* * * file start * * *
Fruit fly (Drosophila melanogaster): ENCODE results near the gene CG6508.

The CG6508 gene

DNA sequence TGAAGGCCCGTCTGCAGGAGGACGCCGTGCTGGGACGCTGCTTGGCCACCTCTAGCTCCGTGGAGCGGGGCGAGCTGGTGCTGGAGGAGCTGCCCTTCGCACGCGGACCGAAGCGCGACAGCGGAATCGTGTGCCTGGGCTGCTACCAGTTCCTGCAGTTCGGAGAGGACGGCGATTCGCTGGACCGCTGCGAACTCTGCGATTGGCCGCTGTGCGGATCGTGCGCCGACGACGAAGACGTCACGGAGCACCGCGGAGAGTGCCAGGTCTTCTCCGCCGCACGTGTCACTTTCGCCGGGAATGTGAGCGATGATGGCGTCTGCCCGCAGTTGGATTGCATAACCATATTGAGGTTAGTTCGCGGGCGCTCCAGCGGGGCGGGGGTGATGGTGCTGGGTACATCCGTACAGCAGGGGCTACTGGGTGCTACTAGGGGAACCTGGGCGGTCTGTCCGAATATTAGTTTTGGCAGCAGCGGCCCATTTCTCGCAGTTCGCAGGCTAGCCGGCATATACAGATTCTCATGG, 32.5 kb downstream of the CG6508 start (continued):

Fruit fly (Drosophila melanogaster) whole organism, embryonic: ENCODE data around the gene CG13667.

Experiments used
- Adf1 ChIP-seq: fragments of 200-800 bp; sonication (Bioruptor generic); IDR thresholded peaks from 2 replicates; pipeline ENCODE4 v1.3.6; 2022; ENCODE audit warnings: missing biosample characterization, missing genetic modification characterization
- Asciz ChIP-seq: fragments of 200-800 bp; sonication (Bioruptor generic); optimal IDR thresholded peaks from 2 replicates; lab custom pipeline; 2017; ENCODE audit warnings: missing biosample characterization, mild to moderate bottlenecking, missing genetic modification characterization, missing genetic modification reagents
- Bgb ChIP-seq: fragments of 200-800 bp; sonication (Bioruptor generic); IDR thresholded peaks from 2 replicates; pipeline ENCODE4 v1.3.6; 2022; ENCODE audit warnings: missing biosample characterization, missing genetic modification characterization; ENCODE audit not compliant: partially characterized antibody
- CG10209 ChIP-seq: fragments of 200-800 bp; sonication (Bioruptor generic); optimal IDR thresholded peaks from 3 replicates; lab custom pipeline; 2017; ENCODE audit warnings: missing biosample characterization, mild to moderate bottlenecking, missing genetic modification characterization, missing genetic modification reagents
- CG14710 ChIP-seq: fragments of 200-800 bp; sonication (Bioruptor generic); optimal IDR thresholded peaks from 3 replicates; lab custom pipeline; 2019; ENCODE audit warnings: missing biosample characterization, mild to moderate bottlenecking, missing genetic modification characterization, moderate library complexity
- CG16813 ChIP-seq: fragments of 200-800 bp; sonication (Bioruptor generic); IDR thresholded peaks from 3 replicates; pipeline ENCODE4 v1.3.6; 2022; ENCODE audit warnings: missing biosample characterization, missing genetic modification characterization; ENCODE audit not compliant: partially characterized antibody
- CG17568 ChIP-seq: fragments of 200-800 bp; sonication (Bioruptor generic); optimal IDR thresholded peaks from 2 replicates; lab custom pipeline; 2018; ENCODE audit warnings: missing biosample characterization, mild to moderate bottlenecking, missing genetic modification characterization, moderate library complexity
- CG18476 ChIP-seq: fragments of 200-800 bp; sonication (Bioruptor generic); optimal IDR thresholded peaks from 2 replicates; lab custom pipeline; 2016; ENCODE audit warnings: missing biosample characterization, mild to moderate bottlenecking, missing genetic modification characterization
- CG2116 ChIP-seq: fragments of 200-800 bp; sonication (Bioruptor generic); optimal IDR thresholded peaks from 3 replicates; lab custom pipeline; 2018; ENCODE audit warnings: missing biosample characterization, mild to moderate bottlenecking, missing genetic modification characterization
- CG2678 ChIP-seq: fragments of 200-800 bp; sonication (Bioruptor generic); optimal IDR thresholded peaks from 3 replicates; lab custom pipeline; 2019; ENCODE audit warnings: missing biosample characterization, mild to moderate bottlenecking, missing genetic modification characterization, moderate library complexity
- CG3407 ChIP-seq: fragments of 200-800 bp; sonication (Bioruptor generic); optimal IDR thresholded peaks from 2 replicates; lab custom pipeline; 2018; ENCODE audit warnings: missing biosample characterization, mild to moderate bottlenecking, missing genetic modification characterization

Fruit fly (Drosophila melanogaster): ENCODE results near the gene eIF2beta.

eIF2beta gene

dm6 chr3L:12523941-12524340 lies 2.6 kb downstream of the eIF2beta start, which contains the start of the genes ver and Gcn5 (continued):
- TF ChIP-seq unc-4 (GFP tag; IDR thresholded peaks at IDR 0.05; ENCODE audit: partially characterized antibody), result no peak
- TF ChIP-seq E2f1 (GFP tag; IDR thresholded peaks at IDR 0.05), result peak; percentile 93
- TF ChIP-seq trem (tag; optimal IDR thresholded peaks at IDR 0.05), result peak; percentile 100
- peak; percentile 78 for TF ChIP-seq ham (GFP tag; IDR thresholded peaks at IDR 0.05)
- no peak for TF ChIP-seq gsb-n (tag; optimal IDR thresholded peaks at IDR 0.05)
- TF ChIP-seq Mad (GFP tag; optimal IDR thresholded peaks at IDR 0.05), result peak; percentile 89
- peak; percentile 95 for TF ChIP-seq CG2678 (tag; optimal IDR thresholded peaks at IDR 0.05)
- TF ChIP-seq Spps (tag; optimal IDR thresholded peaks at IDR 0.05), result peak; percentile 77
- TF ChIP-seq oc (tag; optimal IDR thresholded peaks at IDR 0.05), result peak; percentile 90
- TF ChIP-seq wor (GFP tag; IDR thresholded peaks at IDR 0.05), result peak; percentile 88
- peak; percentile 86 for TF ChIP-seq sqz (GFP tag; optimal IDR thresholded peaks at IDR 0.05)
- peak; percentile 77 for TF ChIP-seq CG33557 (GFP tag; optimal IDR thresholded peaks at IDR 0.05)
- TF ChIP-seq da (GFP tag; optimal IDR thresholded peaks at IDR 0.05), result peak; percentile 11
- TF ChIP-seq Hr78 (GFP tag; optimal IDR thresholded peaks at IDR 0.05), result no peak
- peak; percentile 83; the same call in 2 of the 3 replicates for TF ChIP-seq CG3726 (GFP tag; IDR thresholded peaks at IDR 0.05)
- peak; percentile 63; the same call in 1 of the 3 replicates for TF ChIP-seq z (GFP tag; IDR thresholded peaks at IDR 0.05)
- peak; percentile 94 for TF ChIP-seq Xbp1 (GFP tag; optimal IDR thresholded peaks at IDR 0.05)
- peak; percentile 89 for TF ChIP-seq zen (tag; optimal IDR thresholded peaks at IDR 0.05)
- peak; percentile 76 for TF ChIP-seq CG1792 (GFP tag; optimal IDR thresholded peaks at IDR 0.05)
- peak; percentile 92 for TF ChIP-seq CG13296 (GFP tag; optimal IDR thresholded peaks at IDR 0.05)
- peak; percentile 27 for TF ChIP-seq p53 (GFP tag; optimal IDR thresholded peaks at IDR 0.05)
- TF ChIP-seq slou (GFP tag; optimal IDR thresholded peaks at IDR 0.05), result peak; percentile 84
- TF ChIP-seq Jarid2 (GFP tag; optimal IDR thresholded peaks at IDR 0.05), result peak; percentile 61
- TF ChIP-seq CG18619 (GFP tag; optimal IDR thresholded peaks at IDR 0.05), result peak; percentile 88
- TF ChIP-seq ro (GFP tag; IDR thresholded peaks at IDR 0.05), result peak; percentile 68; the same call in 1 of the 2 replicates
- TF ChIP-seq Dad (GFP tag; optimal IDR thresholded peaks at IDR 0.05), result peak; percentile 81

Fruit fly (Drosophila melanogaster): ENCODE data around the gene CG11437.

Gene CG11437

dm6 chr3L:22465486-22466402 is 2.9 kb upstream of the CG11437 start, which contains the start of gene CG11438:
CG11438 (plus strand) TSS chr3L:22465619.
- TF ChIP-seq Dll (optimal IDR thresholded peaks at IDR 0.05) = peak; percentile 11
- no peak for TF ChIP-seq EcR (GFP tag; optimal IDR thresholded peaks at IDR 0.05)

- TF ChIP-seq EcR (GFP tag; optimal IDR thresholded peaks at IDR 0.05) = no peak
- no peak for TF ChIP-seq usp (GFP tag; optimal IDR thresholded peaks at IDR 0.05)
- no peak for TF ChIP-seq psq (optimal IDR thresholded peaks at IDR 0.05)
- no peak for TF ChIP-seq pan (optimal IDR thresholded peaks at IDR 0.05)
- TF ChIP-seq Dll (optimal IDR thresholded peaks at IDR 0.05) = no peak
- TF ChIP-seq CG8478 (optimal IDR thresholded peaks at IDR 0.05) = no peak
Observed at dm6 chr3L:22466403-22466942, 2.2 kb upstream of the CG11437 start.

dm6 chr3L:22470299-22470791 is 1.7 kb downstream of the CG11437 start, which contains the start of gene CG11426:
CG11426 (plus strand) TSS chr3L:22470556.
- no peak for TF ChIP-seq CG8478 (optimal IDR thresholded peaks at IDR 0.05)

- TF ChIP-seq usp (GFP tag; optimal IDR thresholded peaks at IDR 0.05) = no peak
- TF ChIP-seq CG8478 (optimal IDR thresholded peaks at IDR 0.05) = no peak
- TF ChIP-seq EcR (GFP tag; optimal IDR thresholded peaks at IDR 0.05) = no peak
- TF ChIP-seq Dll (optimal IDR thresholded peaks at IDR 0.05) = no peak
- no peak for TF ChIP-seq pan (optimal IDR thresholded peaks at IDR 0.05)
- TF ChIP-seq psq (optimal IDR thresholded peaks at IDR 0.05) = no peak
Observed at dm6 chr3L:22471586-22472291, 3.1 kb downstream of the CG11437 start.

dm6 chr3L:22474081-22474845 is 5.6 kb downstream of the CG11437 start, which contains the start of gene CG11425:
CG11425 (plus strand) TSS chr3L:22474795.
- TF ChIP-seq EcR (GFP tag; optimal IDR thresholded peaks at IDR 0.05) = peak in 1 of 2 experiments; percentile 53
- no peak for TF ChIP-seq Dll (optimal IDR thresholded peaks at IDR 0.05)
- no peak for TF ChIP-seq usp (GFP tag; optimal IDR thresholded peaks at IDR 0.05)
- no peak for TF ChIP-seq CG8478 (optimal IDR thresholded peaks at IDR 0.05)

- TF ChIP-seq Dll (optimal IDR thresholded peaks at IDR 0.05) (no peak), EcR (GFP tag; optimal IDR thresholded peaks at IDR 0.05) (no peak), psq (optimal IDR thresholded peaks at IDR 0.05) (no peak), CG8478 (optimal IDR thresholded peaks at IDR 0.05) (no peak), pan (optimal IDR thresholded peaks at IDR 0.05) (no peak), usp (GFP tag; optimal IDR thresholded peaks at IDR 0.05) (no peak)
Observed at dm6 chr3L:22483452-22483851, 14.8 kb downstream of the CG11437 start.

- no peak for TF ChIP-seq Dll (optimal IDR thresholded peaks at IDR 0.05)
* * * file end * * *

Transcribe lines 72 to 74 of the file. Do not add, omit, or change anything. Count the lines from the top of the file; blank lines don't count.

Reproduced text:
- no peak for TF ChIP-seq Dll (optimal IDR thresholded peaks at IDR 0.05)
- no peak for TF ChIP-seq usp (GFP tag; optimal IDR thresholded peaks at IDR 0.05)
- no peak for TF ChIP-seq CG8478 (optimal IDR thresholded peaks at IDR 0.05)